Nimona features a really fun cast of characters. Two main characters are explicitly stated to be queer, but it’s not framed as an obstacle or as something that isn’t accepted. The voice acting is stellar, and the animation is unique and nice to look at. The story is also great, but it did leave me a bit confused for the first half of the movie.

To me, it almost felt like Nimona didn’t belong in the story she was in. She kind of reminded me of how a young fanfiction writer might rewrite their favourite book but include themselves as an important character. Her role in the story definitely becomes apparent as the movie progresses, but in the first half of the movie it feels like she is this weird supporting character and also somehow the movie is named after her?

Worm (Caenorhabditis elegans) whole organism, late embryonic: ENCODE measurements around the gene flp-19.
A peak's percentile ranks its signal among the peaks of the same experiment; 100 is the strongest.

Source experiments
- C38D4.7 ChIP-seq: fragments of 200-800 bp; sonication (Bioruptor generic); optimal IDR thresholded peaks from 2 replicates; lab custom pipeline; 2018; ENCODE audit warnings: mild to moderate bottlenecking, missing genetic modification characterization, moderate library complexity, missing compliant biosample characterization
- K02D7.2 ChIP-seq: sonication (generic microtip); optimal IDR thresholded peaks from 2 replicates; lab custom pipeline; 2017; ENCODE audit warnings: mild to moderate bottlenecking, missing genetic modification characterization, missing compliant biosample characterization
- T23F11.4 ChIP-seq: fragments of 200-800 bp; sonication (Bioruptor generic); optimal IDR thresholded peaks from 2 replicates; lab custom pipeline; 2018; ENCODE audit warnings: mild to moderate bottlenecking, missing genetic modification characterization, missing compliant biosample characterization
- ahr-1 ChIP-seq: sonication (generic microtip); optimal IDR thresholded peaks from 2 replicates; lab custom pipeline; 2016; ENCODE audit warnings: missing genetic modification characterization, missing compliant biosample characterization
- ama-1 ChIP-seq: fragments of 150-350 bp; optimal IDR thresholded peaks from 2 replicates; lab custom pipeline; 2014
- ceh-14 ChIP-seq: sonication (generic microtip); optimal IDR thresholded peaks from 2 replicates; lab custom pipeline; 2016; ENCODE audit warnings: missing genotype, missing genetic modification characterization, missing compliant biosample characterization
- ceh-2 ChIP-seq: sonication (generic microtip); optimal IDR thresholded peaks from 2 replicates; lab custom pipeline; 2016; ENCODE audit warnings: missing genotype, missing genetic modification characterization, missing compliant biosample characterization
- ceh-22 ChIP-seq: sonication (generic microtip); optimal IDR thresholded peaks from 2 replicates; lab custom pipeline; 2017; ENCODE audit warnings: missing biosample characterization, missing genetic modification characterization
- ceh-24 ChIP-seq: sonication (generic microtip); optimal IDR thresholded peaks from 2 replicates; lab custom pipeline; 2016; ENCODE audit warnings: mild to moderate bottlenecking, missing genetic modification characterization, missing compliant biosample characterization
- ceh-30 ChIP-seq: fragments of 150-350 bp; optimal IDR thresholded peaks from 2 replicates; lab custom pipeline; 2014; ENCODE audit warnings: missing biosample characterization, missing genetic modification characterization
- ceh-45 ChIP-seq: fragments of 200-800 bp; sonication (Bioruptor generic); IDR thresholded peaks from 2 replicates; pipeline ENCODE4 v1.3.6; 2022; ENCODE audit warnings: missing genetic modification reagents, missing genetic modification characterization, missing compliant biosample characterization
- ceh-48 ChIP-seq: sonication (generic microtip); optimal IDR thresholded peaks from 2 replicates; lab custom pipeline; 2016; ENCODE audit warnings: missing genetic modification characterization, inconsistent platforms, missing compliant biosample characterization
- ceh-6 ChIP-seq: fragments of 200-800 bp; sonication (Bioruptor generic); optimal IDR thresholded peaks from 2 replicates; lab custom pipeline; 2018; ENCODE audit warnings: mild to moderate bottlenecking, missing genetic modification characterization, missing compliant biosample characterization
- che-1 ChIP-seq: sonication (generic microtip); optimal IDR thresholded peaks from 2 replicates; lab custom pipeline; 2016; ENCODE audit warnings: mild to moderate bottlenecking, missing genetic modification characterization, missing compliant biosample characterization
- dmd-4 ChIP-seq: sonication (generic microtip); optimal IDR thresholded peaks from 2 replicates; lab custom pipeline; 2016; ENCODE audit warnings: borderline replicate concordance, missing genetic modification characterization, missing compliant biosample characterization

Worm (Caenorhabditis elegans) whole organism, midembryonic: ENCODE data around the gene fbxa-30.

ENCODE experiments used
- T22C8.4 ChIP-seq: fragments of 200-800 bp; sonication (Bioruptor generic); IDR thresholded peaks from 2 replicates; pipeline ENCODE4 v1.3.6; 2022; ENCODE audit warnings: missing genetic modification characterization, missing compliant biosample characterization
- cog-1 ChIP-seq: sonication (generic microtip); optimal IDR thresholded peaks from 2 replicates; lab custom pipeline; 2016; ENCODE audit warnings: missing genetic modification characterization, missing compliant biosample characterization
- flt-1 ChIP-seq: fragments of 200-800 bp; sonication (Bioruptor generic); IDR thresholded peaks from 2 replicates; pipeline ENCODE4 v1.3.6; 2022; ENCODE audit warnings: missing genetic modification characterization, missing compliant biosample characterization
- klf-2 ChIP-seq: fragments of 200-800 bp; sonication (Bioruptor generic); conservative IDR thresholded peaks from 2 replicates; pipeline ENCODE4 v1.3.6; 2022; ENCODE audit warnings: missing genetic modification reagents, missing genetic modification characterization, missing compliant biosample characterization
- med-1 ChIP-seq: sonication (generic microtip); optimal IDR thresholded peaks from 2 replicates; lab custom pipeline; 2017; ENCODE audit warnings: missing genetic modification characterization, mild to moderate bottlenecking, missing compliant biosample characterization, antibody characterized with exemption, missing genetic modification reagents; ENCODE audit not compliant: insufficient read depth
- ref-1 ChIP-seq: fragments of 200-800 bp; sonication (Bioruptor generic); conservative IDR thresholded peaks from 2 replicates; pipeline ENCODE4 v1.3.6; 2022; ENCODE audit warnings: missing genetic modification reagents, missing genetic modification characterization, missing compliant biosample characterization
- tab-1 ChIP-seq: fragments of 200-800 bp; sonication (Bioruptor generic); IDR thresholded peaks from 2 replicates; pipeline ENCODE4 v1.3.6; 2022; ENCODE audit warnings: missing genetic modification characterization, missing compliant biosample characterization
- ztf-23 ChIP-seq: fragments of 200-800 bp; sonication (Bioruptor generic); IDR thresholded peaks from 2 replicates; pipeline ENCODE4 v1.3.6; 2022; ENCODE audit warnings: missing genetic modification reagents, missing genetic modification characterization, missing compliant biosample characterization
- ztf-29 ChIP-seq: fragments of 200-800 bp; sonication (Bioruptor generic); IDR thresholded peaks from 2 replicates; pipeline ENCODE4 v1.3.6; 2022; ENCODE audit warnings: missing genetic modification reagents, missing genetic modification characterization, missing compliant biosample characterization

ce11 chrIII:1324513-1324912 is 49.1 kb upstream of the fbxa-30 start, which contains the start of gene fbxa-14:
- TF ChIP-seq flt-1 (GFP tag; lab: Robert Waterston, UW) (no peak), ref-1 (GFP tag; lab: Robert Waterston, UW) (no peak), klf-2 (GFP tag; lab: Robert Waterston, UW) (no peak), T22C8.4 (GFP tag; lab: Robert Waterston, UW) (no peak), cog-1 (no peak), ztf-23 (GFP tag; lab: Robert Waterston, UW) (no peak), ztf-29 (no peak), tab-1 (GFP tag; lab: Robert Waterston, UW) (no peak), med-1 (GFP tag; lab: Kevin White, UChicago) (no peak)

Looking back, I don’t mind the fact that Nimona’s inclusion in Ballister’s story feels strange at first. Whenever a piece of media has LGBTQIA+ representation, there will be people complaining that the queer characters are “shoehorned” in, and that there’s no narrative reason why a character would be queer. The truth is, of course, that queer people have always existed, and don’t need a “reason” to be included in a story. Sometimes things just happen to queer people – I know, crazy!

With its many references to changing one’s shape and being accepted for being different, the movie is a clear Transgender allegory. The metaphor is very hard to miss (at least for those familiar with LGBTQIA+ issues), yet it’s still dealt with in an incredibly subtle and elegant way. Children might miss this part of the story entirely, but no one could fail to see the moral of the story: that we should accept people for who they are. That we shouldn’t let others tell us who should be treated fairly and who should be kept behind a wall.

Also, did I mention that I love stories that are both Sci-Fi and Fantasy simultaneously? That stuff’s rad as hell.